Naomi Kass graduates with Distinction in Research and Creative Works

May 21, 2020

Naomi Kass

Majoring in art history with a minor in medical humanities, Naomi Kass '20 graduated from Rice University with top honors, and the department is beyond proud of her relentless pursuit in research and for her unconventional approach to art through the lenses of medicine and science. Naomi describes her journey of studying art history at Rice and how the institution has helped her explore and expand her knowledge of art over the years:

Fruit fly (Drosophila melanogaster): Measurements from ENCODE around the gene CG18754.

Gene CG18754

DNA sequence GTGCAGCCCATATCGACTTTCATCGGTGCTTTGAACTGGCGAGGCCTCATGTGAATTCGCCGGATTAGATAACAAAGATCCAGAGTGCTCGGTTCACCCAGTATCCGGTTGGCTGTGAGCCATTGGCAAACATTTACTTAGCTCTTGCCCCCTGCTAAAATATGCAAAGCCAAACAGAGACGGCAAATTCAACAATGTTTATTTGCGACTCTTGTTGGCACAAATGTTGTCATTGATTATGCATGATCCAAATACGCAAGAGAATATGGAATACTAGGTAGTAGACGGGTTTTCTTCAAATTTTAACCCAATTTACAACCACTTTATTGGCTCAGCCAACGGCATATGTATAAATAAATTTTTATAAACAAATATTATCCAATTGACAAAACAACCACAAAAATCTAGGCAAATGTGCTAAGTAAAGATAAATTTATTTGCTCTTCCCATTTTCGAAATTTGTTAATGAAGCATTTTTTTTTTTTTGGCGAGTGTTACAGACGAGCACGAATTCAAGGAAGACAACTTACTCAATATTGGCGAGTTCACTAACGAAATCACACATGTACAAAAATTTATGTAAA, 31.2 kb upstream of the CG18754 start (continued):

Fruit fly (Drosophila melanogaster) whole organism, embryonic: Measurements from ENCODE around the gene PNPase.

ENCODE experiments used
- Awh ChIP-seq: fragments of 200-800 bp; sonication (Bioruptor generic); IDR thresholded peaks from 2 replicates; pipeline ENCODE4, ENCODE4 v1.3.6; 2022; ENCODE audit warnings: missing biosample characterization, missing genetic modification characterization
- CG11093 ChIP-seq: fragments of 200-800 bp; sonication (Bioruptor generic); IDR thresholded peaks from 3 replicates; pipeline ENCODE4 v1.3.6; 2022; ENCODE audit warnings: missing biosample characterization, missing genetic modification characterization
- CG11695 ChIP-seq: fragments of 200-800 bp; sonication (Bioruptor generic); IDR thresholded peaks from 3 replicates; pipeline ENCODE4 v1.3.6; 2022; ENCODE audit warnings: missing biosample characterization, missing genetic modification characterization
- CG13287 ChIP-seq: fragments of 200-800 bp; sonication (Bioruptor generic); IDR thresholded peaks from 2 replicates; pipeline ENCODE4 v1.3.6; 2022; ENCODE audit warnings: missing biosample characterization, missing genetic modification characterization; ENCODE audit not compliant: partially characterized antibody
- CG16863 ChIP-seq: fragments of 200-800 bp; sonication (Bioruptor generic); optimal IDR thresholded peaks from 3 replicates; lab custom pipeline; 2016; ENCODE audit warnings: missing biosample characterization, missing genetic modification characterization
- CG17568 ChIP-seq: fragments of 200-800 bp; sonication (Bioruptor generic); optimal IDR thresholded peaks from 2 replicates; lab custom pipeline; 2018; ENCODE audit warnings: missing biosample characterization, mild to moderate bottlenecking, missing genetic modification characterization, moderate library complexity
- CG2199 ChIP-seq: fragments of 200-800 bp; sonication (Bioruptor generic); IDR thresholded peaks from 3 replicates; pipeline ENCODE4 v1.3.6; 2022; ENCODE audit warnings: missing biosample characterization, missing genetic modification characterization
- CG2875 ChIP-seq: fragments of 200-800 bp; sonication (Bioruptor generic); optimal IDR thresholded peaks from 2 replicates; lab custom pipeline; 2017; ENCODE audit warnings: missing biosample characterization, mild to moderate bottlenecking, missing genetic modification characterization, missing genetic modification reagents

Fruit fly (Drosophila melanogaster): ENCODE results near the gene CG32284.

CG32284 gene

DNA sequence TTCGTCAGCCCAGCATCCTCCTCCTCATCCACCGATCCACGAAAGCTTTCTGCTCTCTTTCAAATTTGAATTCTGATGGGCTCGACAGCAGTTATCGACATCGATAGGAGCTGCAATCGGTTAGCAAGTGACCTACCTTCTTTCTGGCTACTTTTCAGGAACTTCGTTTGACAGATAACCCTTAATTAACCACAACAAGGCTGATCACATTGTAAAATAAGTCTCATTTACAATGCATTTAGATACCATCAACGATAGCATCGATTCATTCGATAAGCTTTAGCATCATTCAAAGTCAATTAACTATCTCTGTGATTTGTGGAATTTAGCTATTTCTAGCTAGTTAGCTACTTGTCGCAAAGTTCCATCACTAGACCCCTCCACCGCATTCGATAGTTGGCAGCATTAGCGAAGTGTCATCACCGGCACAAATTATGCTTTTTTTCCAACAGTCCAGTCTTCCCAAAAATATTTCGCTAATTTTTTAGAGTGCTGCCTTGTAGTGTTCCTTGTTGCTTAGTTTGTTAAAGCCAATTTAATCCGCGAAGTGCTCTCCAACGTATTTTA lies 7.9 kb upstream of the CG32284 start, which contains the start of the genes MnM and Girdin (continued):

"I entered Rice as a transfer student from Amherst College fall of my junior year, and I quickly knew that continuing my art history studies at Rice was the right choice for me. I feel privileged to have benefited from the excellent teaching, the wide variety of courses, and mentorship the art history department has provided me over these past two years. Being an art history student at Rice has helped me explore the world in ways I never would have been able to at any other institution, especially through my participation in the HART in the World trip to London last May and with the generous support of the Mary Ellen Hale Lovett Travel Fellowship that helped fund my my thesis research in London after our class had ended. This year, under the guidance of Professor Costello, I embarked on a year-long scholarly project that allowed me to apply the critical eye of the art historian to a topic at the intersection of art history and medical humanities, my minor, which culminated in my honors thesis, entitled Doctor-Student-Patient: The Artist’s Eye and the Clinician’s Gaze in the Drawings of Richard Caton Woodville the Elder and the Paintings of Thomas Eakins. With the support of the art history department, I graduated with Honors in Art History, with Distinction in Research and Creative Works, and was honored with the art history department’s Christine Croneis Sayres Memorial Art Award. I was also inducted into Phi Beta Kappa Honor Society. After graduation, I will begin an intense year completing the science prerequisites for admission to medical school and will apply to medical school the year after. Studying art history has taught me to think and observe critically, invaluable skills I will apply to a career as an academic physician and scholar of medical humanities."